Indiana AG Sues TikTok Over Safety and Security Concerns

Indiana AG Todd Rokita announced the filing of two separate lawsuits against TikTok.

Source: CNN | Published on December 8, 2022

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On Wednesday, Indiana Attorney General Todd Rokita announced the filing of two separate lawsuits against TikTok, accusing the company of making false claims about the safety of user data and age-appropriate content.

“The TikTok app is a malicious and menacing threat unleashed on unsuspecting Indiana consumers by a Chinese company that is well aware of the harm it causes users,” Rokita said in a statement. “We hope that by filing these two lawsuits, we will be able to force TikTok to stop its false, deceptive, and misleading practices, which violate Indiana law.”

The lawsuits are the most serious action taken by a state against TikTok in recent months, as state and federal officials have become increasingly concerned about TikTok. Also on Tuesday, Texas Governor Greg Abbott issued an order prohibiting the use of TikTok on state-issued devices, citing the risk of “gaining access to critical U.S. information and infrastructure,” following the lead of several other states, including South Dakota and Maryland.

TikTok does not comment on pending litigation, but a company spokesperson stated that “the safety, privacy, and security of our community is our top priority.”

“We incorporate youth well-being into our policies, limit features by age, provide tools and resources to parents, and continue to invest in new ways to enjoy content based on age-appropriateness or family comfort,” the spokesperson said. “We are also confident that we are on the right track in our negotiations with the United States Government to fully address all reasonable U.S. national security concerns, and we have already made significant progress toward implementing those solutions.”

The first lawsuit, filed on Tuesday, claims TikTok lures children onto the platform by falsely claiming it is suitable for users aged 13 to 17, according to CNN.

According to the lawsuit, American teens spend an average of 99 minutes per day on the app, during which time they are exposed to content that includes drug and alcohol use, nudity, and intense profanity.
According to the lawsuit, minors’ behavior can be negatively influenced by this exposure.

A second lawsuit, filed on Wednesday, claims TikTok has “reams” of highly sensitive data and personal information about Indiana consumers and that the company “has misled those consumers into believing that this information is protected from the Chinese government and Communist Party.”

According to the lawsuit, TikTok’s European privacy policy has been updated “to clearly state that it permits individuals outside of Europe, including China, to access European user data,” but the company “has made no such update to its US privacy policy, which applies to Indiana consumers, explicitly informing them that their data is accessed by individuals and entities in China.”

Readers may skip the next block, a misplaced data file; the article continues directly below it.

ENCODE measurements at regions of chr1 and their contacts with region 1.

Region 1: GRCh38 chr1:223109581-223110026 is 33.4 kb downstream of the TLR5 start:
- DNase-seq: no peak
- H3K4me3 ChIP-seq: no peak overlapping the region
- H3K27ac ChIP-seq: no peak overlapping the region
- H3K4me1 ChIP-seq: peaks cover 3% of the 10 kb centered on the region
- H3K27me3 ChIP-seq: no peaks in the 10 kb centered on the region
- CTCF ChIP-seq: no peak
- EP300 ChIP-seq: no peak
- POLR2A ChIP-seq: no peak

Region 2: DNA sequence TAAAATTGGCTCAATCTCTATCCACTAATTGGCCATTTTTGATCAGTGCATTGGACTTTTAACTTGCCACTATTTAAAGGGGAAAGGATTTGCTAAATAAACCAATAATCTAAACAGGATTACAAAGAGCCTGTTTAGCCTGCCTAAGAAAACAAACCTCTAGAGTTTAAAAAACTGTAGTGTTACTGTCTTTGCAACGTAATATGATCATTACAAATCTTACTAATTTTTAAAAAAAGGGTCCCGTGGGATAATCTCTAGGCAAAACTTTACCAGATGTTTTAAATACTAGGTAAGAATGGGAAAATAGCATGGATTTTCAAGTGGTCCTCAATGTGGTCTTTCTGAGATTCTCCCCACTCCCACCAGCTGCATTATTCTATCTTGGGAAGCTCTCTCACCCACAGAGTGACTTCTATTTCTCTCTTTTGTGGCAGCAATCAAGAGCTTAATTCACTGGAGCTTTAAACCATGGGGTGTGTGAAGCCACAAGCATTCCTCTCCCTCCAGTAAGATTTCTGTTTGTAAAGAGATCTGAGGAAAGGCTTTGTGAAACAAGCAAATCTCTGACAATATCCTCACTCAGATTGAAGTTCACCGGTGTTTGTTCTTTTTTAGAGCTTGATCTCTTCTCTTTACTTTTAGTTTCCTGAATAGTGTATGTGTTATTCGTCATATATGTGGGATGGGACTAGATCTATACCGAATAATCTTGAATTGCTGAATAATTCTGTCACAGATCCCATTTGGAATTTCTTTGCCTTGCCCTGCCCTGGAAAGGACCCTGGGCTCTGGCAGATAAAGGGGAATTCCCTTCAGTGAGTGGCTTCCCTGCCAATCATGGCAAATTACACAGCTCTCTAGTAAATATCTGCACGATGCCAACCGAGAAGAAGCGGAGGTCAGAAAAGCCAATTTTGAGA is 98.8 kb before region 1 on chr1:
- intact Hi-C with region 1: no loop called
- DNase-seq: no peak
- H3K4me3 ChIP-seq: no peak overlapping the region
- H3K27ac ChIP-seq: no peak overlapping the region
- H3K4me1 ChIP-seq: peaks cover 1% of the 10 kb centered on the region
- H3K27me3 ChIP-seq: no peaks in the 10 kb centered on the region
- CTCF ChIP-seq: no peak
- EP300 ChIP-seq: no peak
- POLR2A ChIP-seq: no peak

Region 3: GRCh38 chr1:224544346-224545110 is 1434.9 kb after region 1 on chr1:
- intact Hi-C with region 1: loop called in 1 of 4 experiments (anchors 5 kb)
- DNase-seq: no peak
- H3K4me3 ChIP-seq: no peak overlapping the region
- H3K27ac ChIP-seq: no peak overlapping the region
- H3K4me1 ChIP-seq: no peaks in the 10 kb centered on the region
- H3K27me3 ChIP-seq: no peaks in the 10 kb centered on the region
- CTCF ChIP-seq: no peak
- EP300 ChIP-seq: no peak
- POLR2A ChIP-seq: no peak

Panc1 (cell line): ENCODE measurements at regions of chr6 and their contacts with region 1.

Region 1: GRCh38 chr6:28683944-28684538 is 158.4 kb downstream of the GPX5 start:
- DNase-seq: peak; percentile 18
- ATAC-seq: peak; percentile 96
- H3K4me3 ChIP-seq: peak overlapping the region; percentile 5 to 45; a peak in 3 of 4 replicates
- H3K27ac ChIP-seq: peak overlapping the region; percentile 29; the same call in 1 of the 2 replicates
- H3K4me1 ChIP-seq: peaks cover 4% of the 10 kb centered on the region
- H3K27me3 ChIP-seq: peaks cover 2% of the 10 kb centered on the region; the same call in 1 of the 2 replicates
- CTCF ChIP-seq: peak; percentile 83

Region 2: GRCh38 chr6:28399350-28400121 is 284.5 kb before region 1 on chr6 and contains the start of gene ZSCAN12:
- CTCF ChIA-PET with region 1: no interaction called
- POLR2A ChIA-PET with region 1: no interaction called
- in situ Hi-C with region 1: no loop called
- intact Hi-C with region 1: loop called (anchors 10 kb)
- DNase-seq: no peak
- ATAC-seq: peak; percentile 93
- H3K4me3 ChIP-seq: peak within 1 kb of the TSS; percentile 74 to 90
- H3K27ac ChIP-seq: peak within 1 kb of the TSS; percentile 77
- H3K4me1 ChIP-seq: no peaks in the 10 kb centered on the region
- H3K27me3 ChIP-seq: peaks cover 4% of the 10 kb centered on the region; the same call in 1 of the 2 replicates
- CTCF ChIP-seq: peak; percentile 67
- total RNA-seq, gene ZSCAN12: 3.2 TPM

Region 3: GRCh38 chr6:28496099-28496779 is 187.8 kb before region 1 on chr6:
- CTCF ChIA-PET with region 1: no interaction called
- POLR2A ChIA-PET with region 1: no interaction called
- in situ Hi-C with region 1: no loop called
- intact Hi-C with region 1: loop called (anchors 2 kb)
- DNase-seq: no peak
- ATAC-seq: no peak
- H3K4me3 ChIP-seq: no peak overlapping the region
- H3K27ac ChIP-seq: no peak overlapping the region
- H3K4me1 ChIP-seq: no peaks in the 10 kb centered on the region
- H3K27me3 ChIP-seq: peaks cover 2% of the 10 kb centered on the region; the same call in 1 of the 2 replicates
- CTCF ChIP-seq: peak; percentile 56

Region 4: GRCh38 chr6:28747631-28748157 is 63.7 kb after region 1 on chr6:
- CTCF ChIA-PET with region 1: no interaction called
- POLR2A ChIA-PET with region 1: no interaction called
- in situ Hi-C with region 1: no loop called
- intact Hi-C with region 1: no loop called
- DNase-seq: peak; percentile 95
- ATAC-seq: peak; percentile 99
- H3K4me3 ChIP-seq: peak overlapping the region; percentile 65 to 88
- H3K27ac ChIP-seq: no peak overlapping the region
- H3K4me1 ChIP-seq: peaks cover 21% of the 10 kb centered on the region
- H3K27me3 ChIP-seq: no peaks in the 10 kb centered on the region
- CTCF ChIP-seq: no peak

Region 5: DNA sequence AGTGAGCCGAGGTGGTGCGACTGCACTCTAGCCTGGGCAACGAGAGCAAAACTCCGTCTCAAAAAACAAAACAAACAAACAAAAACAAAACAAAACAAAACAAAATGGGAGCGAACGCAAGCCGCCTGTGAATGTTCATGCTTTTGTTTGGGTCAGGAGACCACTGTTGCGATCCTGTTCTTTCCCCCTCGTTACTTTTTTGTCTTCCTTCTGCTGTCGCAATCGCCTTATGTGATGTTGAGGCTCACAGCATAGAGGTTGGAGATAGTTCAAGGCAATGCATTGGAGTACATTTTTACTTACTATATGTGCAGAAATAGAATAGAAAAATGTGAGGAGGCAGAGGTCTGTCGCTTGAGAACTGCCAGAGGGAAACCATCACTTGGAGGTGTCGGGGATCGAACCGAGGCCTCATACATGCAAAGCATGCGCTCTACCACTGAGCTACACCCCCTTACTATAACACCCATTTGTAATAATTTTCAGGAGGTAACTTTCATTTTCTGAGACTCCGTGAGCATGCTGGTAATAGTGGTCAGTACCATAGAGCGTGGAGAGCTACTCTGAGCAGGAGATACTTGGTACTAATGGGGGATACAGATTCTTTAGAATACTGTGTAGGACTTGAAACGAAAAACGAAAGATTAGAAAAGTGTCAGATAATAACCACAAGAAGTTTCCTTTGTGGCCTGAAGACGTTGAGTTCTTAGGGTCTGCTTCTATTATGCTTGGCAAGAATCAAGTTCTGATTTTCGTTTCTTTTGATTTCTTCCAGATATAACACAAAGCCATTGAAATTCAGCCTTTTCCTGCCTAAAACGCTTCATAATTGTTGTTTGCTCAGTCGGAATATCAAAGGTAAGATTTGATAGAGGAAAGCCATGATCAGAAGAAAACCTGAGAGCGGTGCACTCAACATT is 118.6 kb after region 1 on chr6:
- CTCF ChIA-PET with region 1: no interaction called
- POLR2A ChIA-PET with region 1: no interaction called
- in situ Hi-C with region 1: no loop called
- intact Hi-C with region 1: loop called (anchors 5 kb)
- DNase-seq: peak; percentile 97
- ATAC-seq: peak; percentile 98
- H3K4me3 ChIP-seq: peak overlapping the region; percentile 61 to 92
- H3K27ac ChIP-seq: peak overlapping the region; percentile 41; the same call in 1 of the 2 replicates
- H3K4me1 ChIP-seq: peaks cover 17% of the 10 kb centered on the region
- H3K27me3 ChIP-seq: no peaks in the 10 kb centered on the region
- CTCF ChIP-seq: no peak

Both suits seek monetary civil penalties against TikTok as well as injunctive relief.

TikTok has been dealing with bipartisan concerns in Washington for years about the possibility that US user data could end up in the hands of the Chinese government and be used to undermine US interests, owing to a national security law in China that requires companies based there to cooperate with data requests. In addition, there has been renewed criticism of TikTok this year, following a Buzzfeed News report in June alleging that some US user data was repeatedly accessed from China. According to the report, audio recordings of dozens of internal TikTok meetings were leaked, including one in which a TikTok employee allegedly said, “Everything is seen in China.”

TikTok previously stated in response to the report that it “has consistently maintained that our engineers in locations outside of the US, including China, can be granted as-needed access to US user data under those strict controls.” The Committee on Foreign Investment in the United States, a multi-agency government body charged with reviewing business deals involving foreign ownership, has been negotiating with TikTok for months on a proposal to address concerns that Chinese government authorities may seek access to the data TikTok holds on US citizens.

Earlier this year, a TikTok executive testified before a Senate panel that the company does not share information with the Chinese government and that a US-based security team decides who can access US user data from China, but he stopped short of committing to cutting off flows of US user data to China.

After skyrocketing in popularity during the Covid-19 pandemic, the popular video-based app has also raised concerns about the safety of its young users. Last year, TikTok’s Head of Public Policy Michael Beckerman testified alongside executives from Snap and YouTube at a Senate hearing on children’s safety, saying TikTok is working to “keep its platform safe and create age appropriate experiences,” but that “we do know trust must be earned.”

Earlier this year, a group of state attorneys general announced an investigation into TikTok’s impact on young Americans, with a focus on the app’s user engagement techniques and alleged risks to children’s mental health. (At the time, TikTok stated that it limits its features based on age, provides tools and resources to parents, and designs its policies with young people’s well-being in mind.)